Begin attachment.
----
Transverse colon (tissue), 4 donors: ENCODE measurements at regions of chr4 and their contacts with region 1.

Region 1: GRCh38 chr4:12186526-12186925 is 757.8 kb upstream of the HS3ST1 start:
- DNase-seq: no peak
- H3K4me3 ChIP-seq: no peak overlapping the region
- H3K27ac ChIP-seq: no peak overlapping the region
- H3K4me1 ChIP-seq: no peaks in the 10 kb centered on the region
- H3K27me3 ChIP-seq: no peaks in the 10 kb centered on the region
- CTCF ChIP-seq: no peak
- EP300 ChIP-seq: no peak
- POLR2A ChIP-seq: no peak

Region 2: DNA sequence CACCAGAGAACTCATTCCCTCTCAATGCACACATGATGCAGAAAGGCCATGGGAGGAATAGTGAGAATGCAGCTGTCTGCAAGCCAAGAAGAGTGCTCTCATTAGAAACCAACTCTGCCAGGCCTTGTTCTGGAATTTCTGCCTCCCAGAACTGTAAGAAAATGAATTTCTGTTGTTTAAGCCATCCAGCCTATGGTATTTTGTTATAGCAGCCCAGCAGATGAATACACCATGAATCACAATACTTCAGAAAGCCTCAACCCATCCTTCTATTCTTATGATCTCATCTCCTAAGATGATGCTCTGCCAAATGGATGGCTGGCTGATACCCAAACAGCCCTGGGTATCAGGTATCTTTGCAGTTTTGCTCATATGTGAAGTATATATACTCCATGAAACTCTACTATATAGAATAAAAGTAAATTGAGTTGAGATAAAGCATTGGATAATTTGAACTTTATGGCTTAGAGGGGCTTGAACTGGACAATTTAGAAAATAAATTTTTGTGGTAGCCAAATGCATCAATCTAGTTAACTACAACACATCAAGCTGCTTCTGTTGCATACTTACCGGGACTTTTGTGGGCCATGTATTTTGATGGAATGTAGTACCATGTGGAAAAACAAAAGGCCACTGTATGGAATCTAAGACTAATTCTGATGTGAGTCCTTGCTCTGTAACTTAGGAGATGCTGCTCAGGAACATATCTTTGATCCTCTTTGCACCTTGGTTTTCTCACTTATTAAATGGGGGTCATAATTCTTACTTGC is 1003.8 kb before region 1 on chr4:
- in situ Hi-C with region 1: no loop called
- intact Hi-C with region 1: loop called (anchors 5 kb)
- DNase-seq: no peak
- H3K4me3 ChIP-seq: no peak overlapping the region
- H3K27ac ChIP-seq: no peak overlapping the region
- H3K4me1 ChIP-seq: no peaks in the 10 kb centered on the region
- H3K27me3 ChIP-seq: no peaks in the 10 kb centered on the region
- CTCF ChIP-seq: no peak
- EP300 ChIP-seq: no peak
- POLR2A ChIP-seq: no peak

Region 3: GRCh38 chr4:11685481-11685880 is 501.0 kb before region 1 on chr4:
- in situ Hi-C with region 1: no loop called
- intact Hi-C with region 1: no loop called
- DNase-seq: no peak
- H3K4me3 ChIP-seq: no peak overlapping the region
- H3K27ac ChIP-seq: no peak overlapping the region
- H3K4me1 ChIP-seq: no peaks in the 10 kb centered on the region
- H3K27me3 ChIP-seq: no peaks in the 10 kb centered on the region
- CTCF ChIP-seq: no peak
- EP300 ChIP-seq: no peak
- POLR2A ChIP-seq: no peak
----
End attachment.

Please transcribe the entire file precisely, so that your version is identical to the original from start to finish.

Transverse colon (tissue), 4 donors: ENCODE measurements at regions of chr4 and their contacts with region 1.

Region 1: GRCh38 chr4:12186526-12186925 is 757.8 kb upstream of the HS3ST1 start:
- DNase-seq: no peak
- H3K4me3 ChIP-seq: no peak overlapping the region
- H3K27ac ChIP-seq: no peak overlapping the region
- H3K4me1 ChIP-seq: no peaks in the 10 kb centered on the region
- H3K27me3 ChIP-seq: no peaks in the 10 kb centered on the region
- CTCF ChIP-seq: no peak
- EP300 ChIP-seq: no peak
- POLR2A ChIP-seq: no peak

Region 2: DNA sequence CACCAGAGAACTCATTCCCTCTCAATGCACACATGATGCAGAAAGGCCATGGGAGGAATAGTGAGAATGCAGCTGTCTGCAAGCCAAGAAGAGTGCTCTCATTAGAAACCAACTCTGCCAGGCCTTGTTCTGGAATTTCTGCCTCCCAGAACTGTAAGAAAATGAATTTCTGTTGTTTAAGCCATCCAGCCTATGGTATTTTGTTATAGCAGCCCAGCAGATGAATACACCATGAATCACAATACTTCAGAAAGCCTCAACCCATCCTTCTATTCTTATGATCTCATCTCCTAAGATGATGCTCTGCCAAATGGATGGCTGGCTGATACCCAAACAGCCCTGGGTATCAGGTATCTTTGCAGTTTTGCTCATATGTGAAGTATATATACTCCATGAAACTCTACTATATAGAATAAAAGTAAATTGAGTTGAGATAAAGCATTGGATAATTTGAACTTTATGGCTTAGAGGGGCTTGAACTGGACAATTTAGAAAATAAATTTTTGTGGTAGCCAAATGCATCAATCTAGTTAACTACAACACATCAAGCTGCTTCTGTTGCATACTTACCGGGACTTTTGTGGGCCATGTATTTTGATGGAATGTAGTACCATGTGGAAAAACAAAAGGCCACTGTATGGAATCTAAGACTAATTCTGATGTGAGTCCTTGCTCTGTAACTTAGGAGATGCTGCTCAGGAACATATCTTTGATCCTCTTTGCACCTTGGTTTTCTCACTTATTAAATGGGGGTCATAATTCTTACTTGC is 1003.8 kb before region 1 on chr4:
- in situ Hi-C with region 1: no loop called
- intact Hi-C with region 1: loop called (anchors 5 kb)
- DNase-seq: no peak
- H3K4me3 ChIP-seq: no peak overlapping the region
- H3K27ac ChIP-seq: no peak overlapping the region
- H3K4me1 ChIP-seq: no peaks in the 10 kb centered on the region
- H3K27me3 ChIP-seq: no peaks in the 10 kb centered on the region
- CTCF ChIP-seq: no peak
- EP300 ChIP-seq: no peak
- POLR2A ChIP-seq: no peak

Region 3: GRCh38 chr4:11685481-11685880 is 501.0 kb before region 1 on chr4:
- in situ Hi-C with region 1: no loop called
- intact Hi-C with region 1: no loop called
- DNase-seq: no peak
- H3K4me3 ChIP-seq: no peak overlapping the region
- H3K27ac ChIP-seq: no peak overlapping the region
- H3K4me1 ChIP-seq: no peaks in the 10 kb centered on the region
- H3K27me3 ChIP-seq: no peaks in the 10 kb centered on the region
- CTCF ChIP-seq: no peak
- EP300 ChIP-seq: no peak
- POLR2A ChIP-seq: no peak